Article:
Billy Corgan talks with the Chicagoist about his upcoming show and more

BC_AndrewZuckerman_MusicBilly Corgan has a VERY lengthy chat with Chicagoist. We have picked out some items here and there

On playing at the Ravinia:

it’s a cool opportunity to play a lot of the material I normally don’t get to play in a different setting which, in essence, is kind of built for the other side of my music. That was really attractive to me. Not to play an acoustic concert per se, I can do that at the teahouse if I want. It’s more trying to play a larger venue with that vibe.”

Talking about chosing the setlist Billy mentions (although not by name) as a tool he used to make his list for the upcoming show show

“…there’s a fan site that lists every song I’ve ever played, or put out, or anything that’s been bootlegged. I kind of go there and sift through this massive list of songs and I start going, “Well that one would be good. No that one wouldn’t be.” Then I compile a list beginning with maybe a hundred songs. Through trial and error we whittle them down, and I think we’re down now to maybe 27 or 28 songs.”

Will he be playing new songs

No, Jeff [Schroeder] and I talked about it and we decided it was best not to play it 

Praising Tommy Lee love for music

You know, the great thing about Tommy is that he just has so much enthusiasm and love for music. I can be a bit cynical at times about things and he’s not a cynical person. You know what I mean? So it’s great to see that in somebody I really love and respect. It teaches me something, because he doesn’t let any of his experiences in life diminish his passion for music.

On the next album Day for Night

Day for Night is definitely going to be more experimental in that way. We may take a more loop-based or, I don’t want to say drum machine approach because that doesn’t even mean anything anymore. Most of the music you hear on the radio it’s not a live person playing. So when I say that, we’re basically talking about maybe making the album in a more contemporary frame in terms of how people make music these days.

bc_may_2011On Ending SP:

I think it would be dumb to end the Pumpkins ever again because the Pumpkins live without me anyway. So I might as well just let it be and pick it up whenever I feel I should. 

On the approach to making the Adore reissue

My whole focus when I’m putting together the reissues is to make sure that the quality level is really high, that the story that the boxed set tells is a good story. That there’s dead ends and that there’s avenues that could have been gone down, and there’s other ways to look at the music.

On doing the Machina:

It was originally written as a sort of rock opera double album and the internal band politics being what it was at the time and the way the record company was acting, I just kind of bailed on that. I just put out what wasMachina I, which was a compromise, almost like a compilation of the ideas which unfortunately didn’t even feature the best ideas of the two albums. It was almost like if you were making two movies and then in the middle you were like, “Fuck it” and cut one movie out of the footage. Then later you went, “Well why did I leave that scene out?” It kind of makes sense without making any sense to me.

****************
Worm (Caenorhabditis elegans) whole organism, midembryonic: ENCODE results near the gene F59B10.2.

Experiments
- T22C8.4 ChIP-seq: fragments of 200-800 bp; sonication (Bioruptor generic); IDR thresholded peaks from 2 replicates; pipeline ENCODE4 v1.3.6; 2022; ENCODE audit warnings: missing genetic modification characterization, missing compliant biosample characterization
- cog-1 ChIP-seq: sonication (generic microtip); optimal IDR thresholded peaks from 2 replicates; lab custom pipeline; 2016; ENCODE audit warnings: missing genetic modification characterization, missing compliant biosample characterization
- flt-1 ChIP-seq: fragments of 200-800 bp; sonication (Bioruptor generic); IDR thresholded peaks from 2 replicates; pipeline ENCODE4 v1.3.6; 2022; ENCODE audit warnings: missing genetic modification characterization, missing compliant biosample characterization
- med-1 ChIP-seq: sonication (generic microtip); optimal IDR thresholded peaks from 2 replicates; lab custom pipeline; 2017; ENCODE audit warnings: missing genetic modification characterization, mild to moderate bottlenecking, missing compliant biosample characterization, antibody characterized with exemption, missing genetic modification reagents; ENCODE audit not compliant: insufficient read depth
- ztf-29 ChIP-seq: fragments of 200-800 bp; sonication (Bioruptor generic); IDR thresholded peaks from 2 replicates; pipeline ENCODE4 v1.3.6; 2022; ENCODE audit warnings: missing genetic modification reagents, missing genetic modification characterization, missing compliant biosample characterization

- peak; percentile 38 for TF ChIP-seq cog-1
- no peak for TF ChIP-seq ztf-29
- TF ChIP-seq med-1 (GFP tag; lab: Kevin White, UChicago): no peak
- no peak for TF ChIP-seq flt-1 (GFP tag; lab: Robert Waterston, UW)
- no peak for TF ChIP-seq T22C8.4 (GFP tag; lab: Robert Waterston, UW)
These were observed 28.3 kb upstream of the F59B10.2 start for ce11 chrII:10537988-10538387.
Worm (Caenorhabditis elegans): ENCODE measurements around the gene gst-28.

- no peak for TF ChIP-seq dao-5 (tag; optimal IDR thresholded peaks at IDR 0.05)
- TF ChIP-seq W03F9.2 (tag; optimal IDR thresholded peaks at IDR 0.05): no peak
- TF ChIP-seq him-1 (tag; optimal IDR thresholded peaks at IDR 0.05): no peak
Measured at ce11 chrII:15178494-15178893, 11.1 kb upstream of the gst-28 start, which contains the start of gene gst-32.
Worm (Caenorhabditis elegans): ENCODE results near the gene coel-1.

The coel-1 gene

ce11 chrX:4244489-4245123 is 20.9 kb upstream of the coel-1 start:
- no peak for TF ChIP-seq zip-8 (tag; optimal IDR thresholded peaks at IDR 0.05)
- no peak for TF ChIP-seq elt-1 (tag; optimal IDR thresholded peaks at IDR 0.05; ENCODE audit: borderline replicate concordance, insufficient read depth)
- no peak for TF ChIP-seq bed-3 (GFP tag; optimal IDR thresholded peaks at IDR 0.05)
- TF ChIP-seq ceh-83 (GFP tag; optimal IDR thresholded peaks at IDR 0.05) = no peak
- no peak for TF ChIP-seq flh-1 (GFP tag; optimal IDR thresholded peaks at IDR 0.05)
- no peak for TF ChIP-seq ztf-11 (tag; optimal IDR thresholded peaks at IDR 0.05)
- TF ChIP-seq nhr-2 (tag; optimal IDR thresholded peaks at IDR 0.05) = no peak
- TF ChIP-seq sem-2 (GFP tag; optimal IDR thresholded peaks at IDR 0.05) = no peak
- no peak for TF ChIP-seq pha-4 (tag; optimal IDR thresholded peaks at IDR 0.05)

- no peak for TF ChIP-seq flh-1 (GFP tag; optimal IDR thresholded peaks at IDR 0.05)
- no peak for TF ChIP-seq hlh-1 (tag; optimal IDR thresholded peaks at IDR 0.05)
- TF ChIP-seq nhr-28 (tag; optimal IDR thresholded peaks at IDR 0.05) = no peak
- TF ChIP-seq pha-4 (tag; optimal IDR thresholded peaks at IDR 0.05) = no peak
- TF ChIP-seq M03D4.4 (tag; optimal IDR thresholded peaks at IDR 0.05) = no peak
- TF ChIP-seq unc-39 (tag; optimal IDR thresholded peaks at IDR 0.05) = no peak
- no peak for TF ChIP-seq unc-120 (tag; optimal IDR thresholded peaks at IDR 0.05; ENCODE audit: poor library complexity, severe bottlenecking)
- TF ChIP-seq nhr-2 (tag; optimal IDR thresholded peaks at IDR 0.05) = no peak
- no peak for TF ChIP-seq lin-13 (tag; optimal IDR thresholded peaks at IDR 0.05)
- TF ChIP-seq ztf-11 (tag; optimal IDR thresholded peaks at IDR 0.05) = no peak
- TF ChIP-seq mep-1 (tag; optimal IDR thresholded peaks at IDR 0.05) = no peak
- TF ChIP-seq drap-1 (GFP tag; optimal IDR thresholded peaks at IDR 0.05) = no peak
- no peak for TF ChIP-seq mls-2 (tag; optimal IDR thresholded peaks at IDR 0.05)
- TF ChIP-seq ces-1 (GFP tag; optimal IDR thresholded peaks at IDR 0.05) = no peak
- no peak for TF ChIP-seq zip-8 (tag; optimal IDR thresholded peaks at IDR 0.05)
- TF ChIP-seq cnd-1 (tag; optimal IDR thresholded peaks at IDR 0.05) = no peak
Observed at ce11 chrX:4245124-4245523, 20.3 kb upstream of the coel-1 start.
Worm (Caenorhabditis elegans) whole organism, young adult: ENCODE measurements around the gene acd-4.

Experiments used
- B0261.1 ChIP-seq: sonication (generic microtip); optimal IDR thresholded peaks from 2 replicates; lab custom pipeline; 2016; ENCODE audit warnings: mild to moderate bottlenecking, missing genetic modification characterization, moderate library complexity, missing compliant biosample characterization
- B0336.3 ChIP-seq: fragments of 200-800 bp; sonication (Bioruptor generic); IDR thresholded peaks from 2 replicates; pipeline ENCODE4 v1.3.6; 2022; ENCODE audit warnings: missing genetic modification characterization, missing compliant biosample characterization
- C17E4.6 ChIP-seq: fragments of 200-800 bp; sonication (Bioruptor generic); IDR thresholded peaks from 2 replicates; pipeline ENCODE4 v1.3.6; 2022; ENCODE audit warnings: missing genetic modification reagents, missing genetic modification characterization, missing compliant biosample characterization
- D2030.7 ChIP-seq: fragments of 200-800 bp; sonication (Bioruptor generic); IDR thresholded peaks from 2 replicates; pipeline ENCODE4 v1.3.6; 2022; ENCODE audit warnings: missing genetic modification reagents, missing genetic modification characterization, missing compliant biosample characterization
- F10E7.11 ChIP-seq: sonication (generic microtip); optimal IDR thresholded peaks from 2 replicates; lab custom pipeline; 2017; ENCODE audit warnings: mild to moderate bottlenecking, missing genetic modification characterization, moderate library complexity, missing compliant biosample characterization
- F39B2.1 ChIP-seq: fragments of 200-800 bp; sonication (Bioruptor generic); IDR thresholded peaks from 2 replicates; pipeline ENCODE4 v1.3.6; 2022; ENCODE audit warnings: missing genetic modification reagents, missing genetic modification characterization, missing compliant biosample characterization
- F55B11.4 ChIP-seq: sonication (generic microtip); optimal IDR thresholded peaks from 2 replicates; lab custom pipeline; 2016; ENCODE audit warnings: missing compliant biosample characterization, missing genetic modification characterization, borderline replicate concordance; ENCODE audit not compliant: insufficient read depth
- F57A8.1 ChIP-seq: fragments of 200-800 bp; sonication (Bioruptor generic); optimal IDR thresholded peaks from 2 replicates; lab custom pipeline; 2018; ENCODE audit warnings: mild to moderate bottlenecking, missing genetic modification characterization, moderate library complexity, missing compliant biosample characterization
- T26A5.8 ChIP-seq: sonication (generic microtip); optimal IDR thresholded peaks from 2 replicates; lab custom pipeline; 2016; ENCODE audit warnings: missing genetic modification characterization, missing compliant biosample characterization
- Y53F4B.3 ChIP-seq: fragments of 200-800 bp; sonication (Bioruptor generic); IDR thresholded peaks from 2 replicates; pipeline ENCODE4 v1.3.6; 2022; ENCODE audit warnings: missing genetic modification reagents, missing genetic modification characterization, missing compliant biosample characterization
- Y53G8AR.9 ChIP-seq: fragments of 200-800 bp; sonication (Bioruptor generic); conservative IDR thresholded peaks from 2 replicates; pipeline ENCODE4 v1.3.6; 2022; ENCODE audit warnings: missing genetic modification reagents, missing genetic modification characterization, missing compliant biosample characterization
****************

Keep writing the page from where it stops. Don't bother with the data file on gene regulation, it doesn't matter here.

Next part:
On Machina II

Every one of those mixes took like an hour, they didn’t get any kind of star treatment. In some ways fans have complained over the years that Machina I is overproduced, which is a fair argument, and that Machina II is decidedly underproduced. So maybe with technology being what it is today we can find a balancing point between the two ideas and the murkiness of the whole project can become clearer. That’s my intention.

On his early demos

I definitely kind of go, “God what was I thinking?” There’s a lot of those [laughs]. Some of the friends who have heard a few of these things are like, “Wow that’s pretty crazy weird.”

I think it’s like charting a journey. I know the people that are interested in that journey are very, very limited. That’s why through ZuZu’s, which is the way we’ve been releasing vinyl, is the perfect setting. It will be an interesting, curious listen to 300 to 1000 people around the world probably.


On his book:

Honestly it’s been really hard on me. I won’t lie about that. Ultimately it’s very easy to write a book that says, “Hey you, you did this and then this happened.” It’s another thing to write a book that has to do with accountability. I would say that 90% of the bad things that have happened to me in my life are my fault, or my responsibility, or I didn’t have enough courage or strength to walk out of the room when bad thing number 800 was happening. In fact, I was writing about something like that today.

I’m trying to write a spiritual book, and if you’re going to be spiritual you have to be accountable. To be accountable means you have to be willing to look at yourself in a way that’s usually fairly uncomfortable.

One last night about the upcoming show:

I really should have named the show “My Favorite Songs,” because I think that’s a better way to understand what I’m doing. Just putting my name on the marquee hasn’t really explained what I’m doing, because fortunately or unfortunately I’m so confusing that nobody really knows who Billy Corgan is or they think they know who he is [laughs]. Armed with an acoustic guitar, that doesn’t necessarily strike up an army, so I’d say it’s more of a show about my favorite songs or songs that I really feel close to. All strung together they do tell kind of a cool story. I think it’s going to be a really beautiful, memorable night

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